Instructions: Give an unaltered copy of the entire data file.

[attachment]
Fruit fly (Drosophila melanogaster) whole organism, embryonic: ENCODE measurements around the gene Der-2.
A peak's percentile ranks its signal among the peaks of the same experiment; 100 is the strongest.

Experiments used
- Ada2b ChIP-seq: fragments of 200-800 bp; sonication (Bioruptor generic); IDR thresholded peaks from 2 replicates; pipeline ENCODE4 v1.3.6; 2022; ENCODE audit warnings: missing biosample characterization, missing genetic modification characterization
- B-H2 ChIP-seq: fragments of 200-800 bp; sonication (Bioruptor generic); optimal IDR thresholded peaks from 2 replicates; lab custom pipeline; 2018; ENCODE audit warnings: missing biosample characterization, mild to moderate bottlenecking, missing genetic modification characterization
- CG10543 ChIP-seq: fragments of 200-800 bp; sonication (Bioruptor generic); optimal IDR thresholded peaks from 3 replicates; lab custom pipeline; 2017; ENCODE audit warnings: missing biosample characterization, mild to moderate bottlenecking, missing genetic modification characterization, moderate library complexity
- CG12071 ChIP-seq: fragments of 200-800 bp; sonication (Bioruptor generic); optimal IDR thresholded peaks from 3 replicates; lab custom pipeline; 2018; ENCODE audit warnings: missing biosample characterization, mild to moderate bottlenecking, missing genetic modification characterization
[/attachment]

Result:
Fruit fly (Drosophila melanogaster) whole organism, embryonic: ENCODE measurements around the gene Der-2.
A peak's percentile ranks its signal among the peaks of the same experiment; 100 is the strongest.

Experiments used
- Ada2b ChIP-seq: fragments of 200-800 bp; sonication (Bioruptor generic); IDR thresholded peaks from 2 replicates; pipeline ENCODE4 v1.3.6; 2022; ENCODE audit warnings: missing biosample characterization, missing genetic modification characterization
- B-H2 ChIP-seq: fragments of 200-800 bp; sonication (Bioruptor generic); optimal IDR thresholded peaks from 2 replicates; lab custom pipeline; 2018; ENCODE audit warnings: missing biosample characterization, mild to moderate bottlenecking, missing genetic modification characterization
- CG10543 ChIP-seq: fragments of 200-800 bp; sonication (Bioruptor generic); optimal IDR thresholded peaks from 3 replicates; lab custom pipeline; 2017; ENCODE audit warnings: missing biosample characterization, mild to moderate bottlenecking, missing genetic modification characterization, moderate library complexity
- CG12071 ChIP-seq: fragments of 200-800 bp; sonication (Bioruptor generic); optimal IDR thresholded peaks from 3 replicates; lab custom pipeline; 2018; ENCODE audit warnings: missing biosample characterization, mild to moderate bottlenecking, missing genetic modification characterization